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  • Writer's pictureEmily

"The End"

Yesterday I finished the first draft of book 2! This story has been rolling around my head in circles for more than two years but it’s taken me until this month to write it down. And I think I know why…

As I mentioned in my last post, working with my two editors on The Girl Who Lost Her Shadow was a huge learning experience for me. I got to the end of the process and remember proudly announcing that I understood storytelling now! I understood plot! I would take all this learning into my next book! It will be so different! I was wildly excited about not having to revise a story a zillion times before I could give it to anyone to read.

So I went into Book 2 confident that I would completely understand my plot and my characters before I tried to write it out. That I would not have to rewrite every sentence of my first draft. That it wouldn’t take so long… So I waited and waited and waited for that special moment where I knew everything I needed to know and could begin writing…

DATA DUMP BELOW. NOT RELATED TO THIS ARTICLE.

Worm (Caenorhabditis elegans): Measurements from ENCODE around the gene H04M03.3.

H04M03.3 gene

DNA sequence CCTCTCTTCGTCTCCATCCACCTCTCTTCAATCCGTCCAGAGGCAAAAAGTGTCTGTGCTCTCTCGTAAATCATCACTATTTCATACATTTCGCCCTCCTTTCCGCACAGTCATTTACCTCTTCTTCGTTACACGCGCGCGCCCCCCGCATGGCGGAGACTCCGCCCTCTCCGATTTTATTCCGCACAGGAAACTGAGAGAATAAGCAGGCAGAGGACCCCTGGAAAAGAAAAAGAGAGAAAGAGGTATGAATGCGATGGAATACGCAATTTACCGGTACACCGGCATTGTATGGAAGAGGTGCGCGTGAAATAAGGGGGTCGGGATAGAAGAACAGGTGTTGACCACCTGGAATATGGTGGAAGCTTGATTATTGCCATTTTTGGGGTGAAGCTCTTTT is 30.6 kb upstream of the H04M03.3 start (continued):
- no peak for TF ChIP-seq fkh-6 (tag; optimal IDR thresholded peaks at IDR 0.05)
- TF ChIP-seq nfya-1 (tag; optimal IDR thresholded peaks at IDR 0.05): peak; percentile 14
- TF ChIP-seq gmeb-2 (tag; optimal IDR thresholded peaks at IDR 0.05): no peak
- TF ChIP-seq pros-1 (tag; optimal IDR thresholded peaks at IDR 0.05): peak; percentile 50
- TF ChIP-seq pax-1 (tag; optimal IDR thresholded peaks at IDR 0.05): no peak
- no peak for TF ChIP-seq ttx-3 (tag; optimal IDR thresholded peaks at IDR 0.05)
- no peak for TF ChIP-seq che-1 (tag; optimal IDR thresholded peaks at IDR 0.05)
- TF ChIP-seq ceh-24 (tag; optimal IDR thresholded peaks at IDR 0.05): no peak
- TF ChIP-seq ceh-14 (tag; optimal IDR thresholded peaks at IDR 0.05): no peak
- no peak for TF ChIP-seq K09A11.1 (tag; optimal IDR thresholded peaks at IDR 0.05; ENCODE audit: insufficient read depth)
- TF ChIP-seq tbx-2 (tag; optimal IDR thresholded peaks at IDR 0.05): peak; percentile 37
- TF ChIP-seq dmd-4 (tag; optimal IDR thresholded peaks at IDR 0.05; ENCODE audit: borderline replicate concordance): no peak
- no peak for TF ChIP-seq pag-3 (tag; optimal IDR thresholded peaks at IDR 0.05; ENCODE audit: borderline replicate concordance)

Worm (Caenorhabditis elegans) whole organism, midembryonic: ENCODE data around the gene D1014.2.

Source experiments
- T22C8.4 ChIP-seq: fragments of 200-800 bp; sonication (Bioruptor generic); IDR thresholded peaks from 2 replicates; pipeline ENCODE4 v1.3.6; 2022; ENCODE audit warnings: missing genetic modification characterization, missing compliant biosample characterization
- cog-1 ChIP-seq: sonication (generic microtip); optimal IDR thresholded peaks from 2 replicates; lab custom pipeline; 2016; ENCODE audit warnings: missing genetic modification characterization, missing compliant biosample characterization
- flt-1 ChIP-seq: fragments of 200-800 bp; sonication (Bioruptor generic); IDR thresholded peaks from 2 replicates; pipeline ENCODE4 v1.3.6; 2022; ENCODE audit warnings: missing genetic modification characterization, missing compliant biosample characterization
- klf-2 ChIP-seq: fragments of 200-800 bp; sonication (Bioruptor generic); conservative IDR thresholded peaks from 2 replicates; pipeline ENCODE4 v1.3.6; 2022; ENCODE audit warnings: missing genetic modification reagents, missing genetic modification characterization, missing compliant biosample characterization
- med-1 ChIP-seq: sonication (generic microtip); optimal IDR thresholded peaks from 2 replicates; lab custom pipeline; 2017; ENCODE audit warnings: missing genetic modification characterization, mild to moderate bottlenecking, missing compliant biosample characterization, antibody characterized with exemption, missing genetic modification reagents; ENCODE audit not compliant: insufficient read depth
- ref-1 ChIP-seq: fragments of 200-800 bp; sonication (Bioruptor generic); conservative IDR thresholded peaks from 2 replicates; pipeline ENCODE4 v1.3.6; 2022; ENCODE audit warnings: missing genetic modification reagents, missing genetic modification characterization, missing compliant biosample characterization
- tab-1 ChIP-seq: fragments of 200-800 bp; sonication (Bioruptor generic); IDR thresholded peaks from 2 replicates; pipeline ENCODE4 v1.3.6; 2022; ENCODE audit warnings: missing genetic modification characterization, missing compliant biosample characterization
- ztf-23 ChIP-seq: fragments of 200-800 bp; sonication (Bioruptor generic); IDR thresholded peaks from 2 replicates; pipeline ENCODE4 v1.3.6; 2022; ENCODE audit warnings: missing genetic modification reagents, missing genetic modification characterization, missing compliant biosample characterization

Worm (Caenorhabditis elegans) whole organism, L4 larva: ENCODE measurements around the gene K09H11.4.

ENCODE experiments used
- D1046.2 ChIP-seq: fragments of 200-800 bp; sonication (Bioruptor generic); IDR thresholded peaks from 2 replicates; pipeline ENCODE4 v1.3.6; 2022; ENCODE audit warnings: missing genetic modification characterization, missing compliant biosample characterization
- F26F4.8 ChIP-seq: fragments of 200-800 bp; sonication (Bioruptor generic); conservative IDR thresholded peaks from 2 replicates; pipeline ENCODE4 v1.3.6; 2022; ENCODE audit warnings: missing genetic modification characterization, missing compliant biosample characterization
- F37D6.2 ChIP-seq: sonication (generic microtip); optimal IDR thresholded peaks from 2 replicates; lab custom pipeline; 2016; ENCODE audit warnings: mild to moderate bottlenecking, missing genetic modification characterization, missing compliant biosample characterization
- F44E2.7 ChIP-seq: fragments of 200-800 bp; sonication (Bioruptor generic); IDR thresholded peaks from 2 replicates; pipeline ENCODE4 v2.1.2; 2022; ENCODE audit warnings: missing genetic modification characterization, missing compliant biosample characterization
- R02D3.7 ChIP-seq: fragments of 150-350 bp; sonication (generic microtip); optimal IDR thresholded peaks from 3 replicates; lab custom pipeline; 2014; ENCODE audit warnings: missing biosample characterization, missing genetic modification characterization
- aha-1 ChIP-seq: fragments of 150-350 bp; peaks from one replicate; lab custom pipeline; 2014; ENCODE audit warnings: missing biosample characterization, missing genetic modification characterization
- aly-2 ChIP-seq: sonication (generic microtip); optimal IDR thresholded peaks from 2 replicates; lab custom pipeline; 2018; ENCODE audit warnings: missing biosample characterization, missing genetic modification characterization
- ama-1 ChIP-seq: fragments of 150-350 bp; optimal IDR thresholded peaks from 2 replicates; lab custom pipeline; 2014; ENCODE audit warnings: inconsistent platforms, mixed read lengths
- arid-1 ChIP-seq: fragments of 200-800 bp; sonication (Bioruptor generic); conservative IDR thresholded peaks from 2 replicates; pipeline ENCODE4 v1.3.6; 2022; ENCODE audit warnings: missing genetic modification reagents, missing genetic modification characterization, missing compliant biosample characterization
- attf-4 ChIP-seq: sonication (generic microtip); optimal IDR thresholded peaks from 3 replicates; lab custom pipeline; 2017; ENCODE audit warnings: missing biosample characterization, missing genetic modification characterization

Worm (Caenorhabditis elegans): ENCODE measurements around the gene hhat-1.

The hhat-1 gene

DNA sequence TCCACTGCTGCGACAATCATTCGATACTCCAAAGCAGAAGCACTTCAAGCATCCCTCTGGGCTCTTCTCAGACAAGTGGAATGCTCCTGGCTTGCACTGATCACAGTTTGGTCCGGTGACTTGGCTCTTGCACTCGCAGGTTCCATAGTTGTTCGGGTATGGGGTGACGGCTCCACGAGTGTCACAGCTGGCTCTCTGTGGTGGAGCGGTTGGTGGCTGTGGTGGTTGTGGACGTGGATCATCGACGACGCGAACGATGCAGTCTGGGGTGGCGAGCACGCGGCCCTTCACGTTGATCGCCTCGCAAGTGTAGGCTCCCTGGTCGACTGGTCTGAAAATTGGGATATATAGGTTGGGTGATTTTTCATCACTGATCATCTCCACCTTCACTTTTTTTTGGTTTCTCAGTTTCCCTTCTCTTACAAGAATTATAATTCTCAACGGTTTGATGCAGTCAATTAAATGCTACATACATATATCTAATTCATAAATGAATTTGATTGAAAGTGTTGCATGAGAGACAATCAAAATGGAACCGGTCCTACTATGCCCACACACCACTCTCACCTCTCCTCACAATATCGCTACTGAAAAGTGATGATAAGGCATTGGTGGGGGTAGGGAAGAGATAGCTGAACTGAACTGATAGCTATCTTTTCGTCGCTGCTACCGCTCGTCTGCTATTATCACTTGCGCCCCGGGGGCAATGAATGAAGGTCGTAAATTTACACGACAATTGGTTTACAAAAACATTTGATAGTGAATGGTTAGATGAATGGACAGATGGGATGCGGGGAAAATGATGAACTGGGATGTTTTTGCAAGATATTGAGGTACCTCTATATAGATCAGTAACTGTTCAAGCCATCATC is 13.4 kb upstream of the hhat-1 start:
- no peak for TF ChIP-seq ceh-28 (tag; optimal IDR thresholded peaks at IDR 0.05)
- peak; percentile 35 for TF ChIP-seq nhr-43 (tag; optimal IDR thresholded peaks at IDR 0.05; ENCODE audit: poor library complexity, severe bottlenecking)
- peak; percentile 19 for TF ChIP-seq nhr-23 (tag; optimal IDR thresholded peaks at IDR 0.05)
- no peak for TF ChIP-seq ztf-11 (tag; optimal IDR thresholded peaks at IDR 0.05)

But of course that isn’t how it works.

A screenshot of a word document with the sentence: "Through xxxxxxx, until they arrived at x."
An extract from my first draft

My stories grow slowly and wonkily around something that I’m interested in thinking about. They spread strange arms and legs that don’t really belong, they gather characters that have their own purposes and interests, they move away from a question and circle back to it. They are not team players. I have sat for a very long time trying to shape this story into a neat tight exciting plot divided into neat tight exciting chapters before I write it. But that doesn’t work for me.

The only way I can start to get to know the story is to have something (anything!) written down in its full lumpy strange misshapen full-of-holes messy glory. From odd beginning to bewildering end. It is not an efficient process. It means that it will take at least two full revisions before it makes sense as a story. Characters will come and go, plot lines will dramatically change, whole chunks will be deleted. But I know I will get there in the end.

So now I’m starting the slow intriguing work of seeing what this story is, and where it wants to go. There are forests, there are libraries, there are two very determined, very brave young girls...

What do your first drafts look like? Do you like to plan each story before you write it?


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